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Rowling revives privacy case over photo of son

Author J.K. Rowling poses at The South Bank Show Awards at Dorchester Hotel in London January 29, 2008. Rowling has revived her bid to ban the further publication of a long-lens photograph of her young son after the initial privacy claim was thrown out by a London court last year. REUTERS/Anthony Harvey

LONDON (Reuters) - Author J.K. Rowling has revived her bid to ban the further publication of a long-lens photograph of her young son after the initial privacy claim was thrown out by a London court last year.

Lawyers for the creator of the bestselling Harry Potter books, suing under her real name Joanne Murray, have gone to the Court of Appeal over the image of Rowling, her husband and their son David which was published in a Sunday Express magazine.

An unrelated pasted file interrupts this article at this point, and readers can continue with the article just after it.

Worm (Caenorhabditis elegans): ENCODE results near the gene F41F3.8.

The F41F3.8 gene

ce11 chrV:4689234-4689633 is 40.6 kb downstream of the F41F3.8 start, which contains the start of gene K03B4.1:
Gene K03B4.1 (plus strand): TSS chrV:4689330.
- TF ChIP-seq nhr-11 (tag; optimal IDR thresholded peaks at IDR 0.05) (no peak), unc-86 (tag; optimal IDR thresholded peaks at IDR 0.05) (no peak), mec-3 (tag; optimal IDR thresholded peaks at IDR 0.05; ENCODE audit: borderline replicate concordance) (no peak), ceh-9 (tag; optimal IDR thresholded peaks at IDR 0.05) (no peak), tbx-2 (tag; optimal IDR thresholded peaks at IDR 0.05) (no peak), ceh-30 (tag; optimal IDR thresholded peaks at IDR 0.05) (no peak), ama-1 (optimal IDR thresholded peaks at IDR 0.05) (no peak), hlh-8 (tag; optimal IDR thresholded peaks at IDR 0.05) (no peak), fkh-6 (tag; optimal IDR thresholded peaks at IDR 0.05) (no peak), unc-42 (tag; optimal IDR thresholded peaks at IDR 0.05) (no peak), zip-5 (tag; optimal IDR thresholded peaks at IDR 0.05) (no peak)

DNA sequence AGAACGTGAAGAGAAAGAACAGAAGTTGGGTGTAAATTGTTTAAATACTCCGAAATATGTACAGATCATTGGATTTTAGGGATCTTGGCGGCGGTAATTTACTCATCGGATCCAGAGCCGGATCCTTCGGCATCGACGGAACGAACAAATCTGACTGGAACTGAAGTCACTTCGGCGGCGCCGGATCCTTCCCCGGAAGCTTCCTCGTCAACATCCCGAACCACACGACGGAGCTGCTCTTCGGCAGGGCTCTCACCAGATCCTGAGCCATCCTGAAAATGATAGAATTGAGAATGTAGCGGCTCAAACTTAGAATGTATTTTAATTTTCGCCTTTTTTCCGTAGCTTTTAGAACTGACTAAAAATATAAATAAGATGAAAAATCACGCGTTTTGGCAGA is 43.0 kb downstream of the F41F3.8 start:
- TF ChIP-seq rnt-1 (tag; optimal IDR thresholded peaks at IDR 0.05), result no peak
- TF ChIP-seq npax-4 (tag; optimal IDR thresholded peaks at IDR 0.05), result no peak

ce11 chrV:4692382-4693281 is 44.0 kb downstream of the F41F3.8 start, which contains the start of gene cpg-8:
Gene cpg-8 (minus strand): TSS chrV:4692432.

At the time, David was under two years old. He is now four.

Rowling, 42, and her husband, Neil Murray, sued Express Newspapers and photo agency Big Pictures in David’s name, seeking to block further publication.

The Express settled the claim, and last August High Court judge Nicholas Patten threw out the case against the agency.

He said David was “not himself upset” by the taking of the photograph and that as a result the claim being brought in his name was “somewhat artificial”.

Patten said he sympathised with anyone wishing to shield their children from intrusive media attention, but added the law did not allow them “to carve out a press-free zone for their children in respect of absolutely everything they choose to do.”

Reviving the claim in the Court of Appeal on Monday, Rowling’s lawyer Richard Spearman said: “The claim is not about the right of the adult. It is about the rights of the child.”

The hearing continues.

Writing by Mike Collett-White; Editing by Steve Addison

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